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Veterans gather in Chapel Hill to celebrate the power of art

Posted October 18, 2015

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— More than 100 veterans from across the country gathered in Chapel Hill on Sunday to demonstrate the power of art as part of the National Veterans Creative Arts Festival.

Jim Stevens, a Vietnam veteran, was one of many artists in attendance who have seen the uglier side of humanity.

"I was shot in the head in Vietnam and it left bullet fragments in my head," he said.

The bullet fragments shifted and eventually caused Stevens to have a stroke.

"Twenty-three years after the war, the war came back to bite me. I lost my eye sight in 30 minutes," he said.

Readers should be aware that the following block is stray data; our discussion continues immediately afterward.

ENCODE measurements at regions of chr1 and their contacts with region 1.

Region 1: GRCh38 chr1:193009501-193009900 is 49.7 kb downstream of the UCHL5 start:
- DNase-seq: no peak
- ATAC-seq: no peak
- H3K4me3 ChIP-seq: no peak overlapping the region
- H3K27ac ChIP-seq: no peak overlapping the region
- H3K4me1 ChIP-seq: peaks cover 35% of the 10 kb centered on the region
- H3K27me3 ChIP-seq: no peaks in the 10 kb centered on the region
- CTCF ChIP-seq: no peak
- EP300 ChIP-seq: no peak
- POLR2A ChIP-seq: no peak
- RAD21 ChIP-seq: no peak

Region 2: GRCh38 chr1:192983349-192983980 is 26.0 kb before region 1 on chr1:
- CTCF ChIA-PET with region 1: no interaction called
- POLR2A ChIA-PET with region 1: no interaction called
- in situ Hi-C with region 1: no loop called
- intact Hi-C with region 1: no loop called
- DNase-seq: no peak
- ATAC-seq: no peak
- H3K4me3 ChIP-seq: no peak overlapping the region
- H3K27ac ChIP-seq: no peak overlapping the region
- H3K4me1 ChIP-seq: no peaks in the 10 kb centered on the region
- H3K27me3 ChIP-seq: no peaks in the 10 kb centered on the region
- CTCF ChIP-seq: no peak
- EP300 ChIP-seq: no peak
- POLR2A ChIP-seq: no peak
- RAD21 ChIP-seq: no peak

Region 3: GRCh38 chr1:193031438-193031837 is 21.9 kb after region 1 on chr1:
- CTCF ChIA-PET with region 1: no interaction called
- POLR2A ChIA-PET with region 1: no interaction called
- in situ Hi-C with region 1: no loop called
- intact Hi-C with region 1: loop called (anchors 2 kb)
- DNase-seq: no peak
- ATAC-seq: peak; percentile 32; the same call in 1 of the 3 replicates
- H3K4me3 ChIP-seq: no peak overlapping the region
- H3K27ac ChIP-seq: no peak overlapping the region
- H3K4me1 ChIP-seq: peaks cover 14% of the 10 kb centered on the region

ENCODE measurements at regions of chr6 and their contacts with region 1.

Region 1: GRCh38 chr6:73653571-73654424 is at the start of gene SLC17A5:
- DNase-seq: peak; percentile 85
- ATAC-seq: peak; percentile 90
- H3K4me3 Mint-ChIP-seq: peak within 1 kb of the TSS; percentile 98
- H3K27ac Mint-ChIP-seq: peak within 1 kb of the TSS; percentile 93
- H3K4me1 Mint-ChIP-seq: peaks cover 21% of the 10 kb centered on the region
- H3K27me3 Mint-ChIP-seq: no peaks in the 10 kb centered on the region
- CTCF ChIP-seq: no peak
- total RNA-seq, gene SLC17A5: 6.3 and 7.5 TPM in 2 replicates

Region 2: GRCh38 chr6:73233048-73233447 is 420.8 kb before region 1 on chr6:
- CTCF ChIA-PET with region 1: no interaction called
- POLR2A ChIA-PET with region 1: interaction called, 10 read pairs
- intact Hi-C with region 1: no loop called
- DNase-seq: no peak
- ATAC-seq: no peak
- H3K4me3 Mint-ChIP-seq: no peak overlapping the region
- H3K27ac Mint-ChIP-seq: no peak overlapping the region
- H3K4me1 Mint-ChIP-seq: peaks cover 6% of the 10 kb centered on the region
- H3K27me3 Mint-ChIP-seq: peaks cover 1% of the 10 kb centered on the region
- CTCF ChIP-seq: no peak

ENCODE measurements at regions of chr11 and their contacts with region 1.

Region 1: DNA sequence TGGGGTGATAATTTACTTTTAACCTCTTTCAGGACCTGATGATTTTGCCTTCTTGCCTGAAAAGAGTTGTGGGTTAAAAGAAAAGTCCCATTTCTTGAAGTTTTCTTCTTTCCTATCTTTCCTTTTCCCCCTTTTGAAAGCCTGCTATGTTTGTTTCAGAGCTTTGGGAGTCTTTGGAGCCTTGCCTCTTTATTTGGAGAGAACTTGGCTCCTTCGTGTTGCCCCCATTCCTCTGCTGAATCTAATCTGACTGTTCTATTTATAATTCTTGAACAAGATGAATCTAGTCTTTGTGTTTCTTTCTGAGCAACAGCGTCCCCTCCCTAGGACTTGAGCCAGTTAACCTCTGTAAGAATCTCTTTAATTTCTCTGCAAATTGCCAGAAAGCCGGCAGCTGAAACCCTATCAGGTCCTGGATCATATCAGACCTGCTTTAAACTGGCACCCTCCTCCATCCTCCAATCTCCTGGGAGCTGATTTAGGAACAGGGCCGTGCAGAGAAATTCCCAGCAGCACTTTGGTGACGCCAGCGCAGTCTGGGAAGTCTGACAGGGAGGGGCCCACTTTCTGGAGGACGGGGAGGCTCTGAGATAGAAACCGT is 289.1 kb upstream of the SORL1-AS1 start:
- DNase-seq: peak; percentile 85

Using special lenses, Stevens painted a portrait on hundreds of yards of monofilament lines.

After his stroke, Stevens said his daughters nudged him back toward his lifelong flair for art.

"It allowed me to refocus my efforts and my energy, refocus my anger into something productive," he said.

Charles Marshall also went to Vietnam. Back home, after the war, he witnessed an ugly side of humanity whenVet he testified against a gang.

"My name came up on a hit list and they tried to kill me," Marshall said. "They broke my neck, broke my back and busted my head open."

Marshall makes art out of tying knots to help free him from his pain.

John Wimmer said he started working with wood to help him heal from post-tramautic stress disorder.

"You've got to do something. You can't just sit on your duff and do nothing," he said.

All of the pieces on display were awarded first place in a national VA contest. The yearly contest features 53 categories of art.

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  • Libby Lynn Oct 19, 2015
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    Art therapy is so effective in helping with PTSD. Saves my life every day.